Friday, June 13, 2008

Chinchón, Spain


Fifteenth Century Castillo de Chinchón, destroyed 1520, later reconstructed. Anyone want a fixer-upper? Daughter reading a sign in Spanish that said, "Do not stand on this bridge." You can only read the sign if you are on the bridge. The mote beneath is dry, deep and deadly.

French motorcycle gang

Medieval buildings with swaying photo facade, with reconstruction behind.

Hermitage of San Anton. I had to stick my camera through a hole in the door to get the interior shot, as the Hermitage was locked and dark inside.

Beautiful doors and windows of Chinchón

Last summer, Tall Husband and I flew to Madrid to meet my daughter and her family in Chinchón, as visiting them in Moscow, where they now live, is too tedious for our tastes. Chinchón is a beautiful little medieval village that is about a forty-five minute drive from Madrid. On the drive from the Madrid airport we saw twenty-five rainbows that were so vivid they colored the sandy soil where they touched the earth. We also noticed gigantic nests in the trees. Our son-in-law told us they were made by storks. Sure enough we saw large storks come in for a landing. When we got to Chinchón, the air was full of the fragrance of lavender. French lavender grew everywhere (yes, French, not Spanish.)

The Spanish people are wonderful and live up to their reputation of loving children but the food is horrible. I was quite squeamish about discovering a baby hoof and later a tiny tail on my pork.
I am ashamed to say but when we took a trip into Madrid, Tall Husband and I sneaked into an American fast-food place and had hamburgers and fries. Now we will probably get mad cow disease.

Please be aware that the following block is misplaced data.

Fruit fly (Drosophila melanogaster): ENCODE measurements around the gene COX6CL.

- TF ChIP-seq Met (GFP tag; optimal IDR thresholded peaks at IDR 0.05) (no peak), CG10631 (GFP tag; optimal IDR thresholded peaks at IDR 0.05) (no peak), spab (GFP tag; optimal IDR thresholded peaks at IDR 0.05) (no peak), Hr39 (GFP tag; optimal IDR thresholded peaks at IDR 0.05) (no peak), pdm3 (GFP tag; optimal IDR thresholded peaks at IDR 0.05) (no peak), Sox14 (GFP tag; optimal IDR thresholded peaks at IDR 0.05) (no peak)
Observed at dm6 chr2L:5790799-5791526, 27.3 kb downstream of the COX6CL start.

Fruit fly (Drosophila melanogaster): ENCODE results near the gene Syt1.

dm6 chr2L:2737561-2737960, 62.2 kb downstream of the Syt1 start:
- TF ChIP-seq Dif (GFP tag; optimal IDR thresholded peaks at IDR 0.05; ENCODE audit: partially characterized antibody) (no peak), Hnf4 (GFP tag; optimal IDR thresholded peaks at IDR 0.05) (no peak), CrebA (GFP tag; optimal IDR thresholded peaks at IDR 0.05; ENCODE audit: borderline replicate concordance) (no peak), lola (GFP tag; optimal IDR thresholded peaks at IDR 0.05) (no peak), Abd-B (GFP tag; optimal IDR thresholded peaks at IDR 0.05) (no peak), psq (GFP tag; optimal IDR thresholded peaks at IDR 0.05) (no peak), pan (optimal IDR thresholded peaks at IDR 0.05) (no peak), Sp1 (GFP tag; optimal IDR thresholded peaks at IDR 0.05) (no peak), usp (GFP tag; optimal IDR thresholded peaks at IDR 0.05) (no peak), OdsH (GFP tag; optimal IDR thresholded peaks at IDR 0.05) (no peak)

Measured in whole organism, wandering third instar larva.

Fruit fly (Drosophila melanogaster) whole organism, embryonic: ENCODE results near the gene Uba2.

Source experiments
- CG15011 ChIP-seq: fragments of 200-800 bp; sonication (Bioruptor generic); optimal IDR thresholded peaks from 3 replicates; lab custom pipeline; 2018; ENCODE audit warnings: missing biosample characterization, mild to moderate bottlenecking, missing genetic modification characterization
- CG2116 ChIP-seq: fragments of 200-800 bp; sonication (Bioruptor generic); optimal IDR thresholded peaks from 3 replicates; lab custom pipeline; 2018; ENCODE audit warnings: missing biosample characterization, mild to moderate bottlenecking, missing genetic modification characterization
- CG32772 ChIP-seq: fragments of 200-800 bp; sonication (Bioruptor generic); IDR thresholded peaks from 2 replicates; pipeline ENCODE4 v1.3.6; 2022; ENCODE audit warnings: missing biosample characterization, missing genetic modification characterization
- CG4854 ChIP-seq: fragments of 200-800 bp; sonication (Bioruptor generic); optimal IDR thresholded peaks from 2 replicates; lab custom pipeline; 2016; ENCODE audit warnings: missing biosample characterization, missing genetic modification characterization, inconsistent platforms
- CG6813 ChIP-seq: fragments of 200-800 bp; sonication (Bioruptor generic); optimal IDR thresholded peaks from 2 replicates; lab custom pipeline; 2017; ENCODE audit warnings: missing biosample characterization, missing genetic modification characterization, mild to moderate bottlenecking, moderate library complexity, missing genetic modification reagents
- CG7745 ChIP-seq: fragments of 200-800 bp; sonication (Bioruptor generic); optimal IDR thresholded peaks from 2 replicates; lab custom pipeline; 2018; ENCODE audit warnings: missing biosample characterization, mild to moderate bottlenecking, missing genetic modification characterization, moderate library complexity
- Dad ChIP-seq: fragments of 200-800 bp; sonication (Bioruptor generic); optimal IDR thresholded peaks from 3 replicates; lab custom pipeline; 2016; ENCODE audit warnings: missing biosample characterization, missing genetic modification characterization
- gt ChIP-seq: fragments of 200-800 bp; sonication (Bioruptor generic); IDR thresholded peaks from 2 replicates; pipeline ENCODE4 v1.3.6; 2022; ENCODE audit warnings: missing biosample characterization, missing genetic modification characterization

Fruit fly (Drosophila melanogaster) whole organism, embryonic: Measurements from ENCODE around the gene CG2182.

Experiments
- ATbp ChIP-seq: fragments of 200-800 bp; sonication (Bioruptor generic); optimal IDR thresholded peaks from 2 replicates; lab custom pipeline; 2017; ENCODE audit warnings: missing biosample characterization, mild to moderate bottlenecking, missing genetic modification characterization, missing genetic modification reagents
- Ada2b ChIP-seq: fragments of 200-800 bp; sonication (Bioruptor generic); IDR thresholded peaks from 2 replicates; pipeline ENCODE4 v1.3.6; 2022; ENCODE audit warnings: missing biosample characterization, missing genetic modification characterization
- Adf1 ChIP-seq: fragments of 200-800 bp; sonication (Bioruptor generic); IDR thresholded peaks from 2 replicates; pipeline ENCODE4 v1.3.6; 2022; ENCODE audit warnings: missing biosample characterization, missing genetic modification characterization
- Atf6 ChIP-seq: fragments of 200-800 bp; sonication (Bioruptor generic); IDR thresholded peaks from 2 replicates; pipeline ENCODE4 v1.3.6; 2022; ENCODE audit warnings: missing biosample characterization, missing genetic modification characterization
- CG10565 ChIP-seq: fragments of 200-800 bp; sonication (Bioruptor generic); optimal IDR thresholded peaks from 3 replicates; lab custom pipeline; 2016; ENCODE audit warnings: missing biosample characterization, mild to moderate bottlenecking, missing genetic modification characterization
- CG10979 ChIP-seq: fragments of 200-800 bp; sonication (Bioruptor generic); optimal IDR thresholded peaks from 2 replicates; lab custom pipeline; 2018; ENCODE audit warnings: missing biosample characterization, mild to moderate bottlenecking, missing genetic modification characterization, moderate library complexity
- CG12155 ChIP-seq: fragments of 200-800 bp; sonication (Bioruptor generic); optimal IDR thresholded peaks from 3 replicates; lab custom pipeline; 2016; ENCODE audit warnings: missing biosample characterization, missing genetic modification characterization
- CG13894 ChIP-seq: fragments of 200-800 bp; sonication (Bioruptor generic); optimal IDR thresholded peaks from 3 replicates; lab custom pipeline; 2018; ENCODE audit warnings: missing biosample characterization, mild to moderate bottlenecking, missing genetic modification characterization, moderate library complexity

My first day in Chinchón
, standing in the center of Plaza Mayor (where they have the running of the bulls and all other public events), I felt dizzy. My vision seemed to be playing tricks on me. On closer inspection, though, I discovered that the entire facade of the three-story medieval buildings surrounding the plaza was hidden by a realistic giant cloth photo that was gently waving in the breeze, giving the appearance of swaying buildings. The gigantic, panoramic shot was their after photo of the plaza.

It seemed the entire town was under construction. We all were sharing a wonderful medieval (updated of course) apartment on the Plaza Mayor but the constant rat-a-tat-tat of the jack hammers against the apartments stone wall frazzled our nerves. Tall Husband and I moved to the much quieter Hotel Condesa de Chinchón, just down the street.

If you stood in
's Plaza Mayor long enough, you would meet just about everyone in the world. We met people from all over the planet. An Italian bicycle team came through, as did a middle-aged French motorcycle gang.

Sorry Kids. This summer we are staying put and eating our own wonderful cooking in The Bunny Bungalow. There's room for everyone and we promise not to jack hammer the walls. Of course, we'll miss those Italian guys in their tight little bicycle pants and those French women in their high heels on their Harley bikes.

1 comment:

  1. Sounds like a charming town! I totally agree with you about the Spanish food. Terrible! My only consolation was the sherry and tapas--especially the fantastic olives they usually serve.